My grades are good enough to get into an Ivy league business school. I want to become an innovation consultant and write Harvard Business Review pieces and books on the direction of business as it relates to innovation, politics, society, and civic issues.

However, I know those jobs require very good social skills, and a few years ago you told me on the phone that I have autism. Since we have spoken, I’ve found that much of my daily experience matches up with other autistic women. I’m bad at keeping meetings on track. I don’t cope well with direct challenges to my authority. I do an exemplary job in independent contributor roles, but I always have communication/personality clashes with managers and co-workers.

A friend of mine who was previously socially unskilled told me getting an MBA really helped him develop leadership and soft skills. I’m hoping to get the same results so I don’t have to use one of my backup plans: doctor or engineer.

I created this podcast about health and wellness. After putting in 2 years of consistent work, it doesn’t seem to be going anywhere. I started it to help others get through some of the tough stuff I went through. And even though the format includes interviews with folks who have gone through the same thing, some are best selling authors, it still has no real following.

What’s missing?

Penelope, you write that if we want to know how someone is running their life, count the hours. So I count your hours, and I don’t see how you are homeschooling your kids and earning all the money you say you earn. Can you break down your hours for us?

I’ve had an idea rolling around in my head for a while now. With all the posts on social media about changes in the workplace & millennials, maybe there are ways that the 40 and up can leverage the changes millennials are already demanding.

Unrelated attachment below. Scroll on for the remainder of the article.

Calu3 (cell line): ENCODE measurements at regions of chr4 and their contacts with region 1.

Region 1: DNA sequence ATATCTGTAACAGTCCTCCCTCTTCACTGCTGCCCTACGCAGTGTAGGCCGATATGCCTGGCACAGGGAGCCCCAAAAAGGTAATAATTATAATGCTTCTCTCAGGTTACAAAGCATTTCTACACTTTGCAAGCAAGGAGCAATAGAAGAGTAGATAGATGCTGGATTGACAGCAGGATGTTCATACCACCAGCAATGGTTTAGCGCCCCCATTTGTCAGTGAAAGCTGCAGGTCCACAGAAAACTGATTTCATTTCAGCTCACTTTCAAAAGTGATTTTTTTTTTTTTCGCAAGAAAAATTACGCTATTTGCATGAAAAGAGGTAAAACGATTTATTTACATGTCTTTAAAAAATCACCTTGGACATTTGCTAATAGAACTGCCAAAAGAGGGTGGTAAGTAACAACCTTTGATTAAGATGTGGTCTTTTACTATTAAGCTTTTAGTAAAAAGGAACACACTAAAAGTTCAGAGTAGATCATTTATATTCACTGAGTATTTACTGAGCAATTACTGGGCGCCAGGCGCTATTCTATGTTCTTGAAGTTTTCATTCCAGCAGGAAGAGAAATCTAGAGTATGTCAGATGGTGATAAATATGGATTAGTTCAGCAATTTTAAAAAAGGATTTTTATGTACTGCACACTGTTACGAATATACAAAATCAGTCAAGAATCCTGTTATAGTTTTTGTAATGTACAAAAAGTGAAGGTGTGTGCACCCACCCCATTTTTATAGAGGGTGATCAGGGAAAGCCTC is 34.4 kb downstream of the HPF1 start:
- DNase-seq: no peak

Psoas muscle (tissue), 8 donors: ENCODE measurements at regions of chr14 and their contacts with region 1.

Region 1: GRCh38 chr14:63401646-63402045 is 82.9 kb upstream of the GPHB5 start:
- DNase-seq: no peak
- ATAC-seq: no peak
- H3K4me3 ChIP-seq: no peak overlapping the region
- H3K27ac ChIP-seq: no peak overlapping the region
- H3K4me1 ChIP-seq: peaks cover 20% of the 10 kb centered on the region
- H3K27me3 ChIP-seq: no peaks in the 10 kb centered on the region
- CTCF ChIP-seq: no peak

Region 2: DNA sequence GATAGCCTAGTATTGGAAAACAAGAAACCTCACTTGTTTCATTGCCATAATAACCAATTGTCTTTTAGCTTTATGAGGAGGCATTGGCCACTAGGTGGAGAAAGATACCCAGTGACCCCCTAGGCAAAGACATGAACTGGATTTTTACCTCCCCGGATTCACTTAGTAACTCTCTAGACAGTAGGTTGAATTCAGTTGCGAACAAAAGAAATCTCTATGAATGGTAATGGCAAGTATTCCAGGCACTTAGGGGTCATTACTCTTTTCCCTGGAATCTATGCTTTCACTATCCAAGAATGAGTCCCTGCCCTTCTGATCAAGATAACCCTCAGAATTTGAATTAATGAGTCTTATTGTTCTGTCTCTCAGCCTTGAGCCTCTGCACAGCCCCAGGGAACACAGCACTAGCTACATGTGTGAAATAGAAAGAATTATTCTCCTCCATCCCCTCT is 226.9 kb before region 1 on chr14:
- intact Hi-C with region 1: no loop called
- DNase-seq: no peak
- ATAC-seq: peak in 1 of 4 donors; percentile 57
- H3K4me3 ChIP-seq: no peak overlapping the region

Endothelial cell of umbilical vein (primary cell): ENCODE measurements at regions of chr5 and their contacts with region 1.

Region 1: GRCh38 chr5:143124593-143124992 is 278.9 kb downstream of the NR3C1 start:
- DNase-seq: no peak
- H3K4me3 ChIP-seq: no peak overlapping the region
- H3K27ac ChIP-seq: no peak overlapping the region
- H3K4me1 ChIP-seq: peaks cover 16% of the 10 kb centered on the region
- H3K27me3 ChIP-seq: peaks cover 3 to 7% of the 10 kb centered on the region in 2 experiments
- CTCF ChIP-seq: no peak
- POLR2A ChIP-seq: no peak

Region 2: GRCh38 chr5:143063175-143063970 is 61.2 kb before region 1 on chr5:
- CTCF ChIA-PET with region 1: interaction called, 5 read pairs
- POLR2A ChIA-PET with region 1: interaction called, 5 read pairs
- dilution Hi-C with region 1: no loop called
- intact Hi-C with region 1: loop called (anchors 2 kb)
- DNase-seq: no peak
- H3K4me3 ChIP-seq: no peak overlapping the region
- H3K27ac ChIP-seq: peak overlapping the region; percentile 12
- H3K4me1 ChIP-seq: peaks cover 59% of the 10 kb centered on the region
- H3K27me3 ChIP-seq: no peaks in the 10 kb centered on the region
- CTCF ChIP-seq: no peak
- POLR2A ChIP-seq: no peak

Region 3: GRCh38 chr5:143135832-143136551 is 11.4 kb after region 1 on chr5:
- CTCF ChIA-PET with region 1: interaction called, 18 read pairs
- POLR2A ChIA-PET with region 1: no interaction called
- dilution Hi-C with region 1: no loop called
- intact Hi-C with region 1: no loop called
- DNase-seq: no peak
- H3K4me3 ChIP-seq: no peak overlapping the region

I’ve been processing it for a couple of months now, maybe there’s something here for a blog post?

I appreciate your forthrightness and transparency in your writing.

I just turned 30 this week and am feeling a lot of self-directed pressure to get it together. I’m female, been in a relationship for 2.5 years, and will NOT be having children (genetic risks with both of our families). We live in insane Vancouver, Canada, where housing costs rival San Francisco.

We both recognize we need to leave the city now. The problem comes in deciding what to do next. He used to run his own construction company, but due to an injury has not been able to make the company really run for the last two years. I just completed a six-month certificate at a technical institute for front-end web development. This is following years of basically admin-drudgery, where I was dreadfully underpaid – despite a 4 year degree; don’t get an arts degree kids.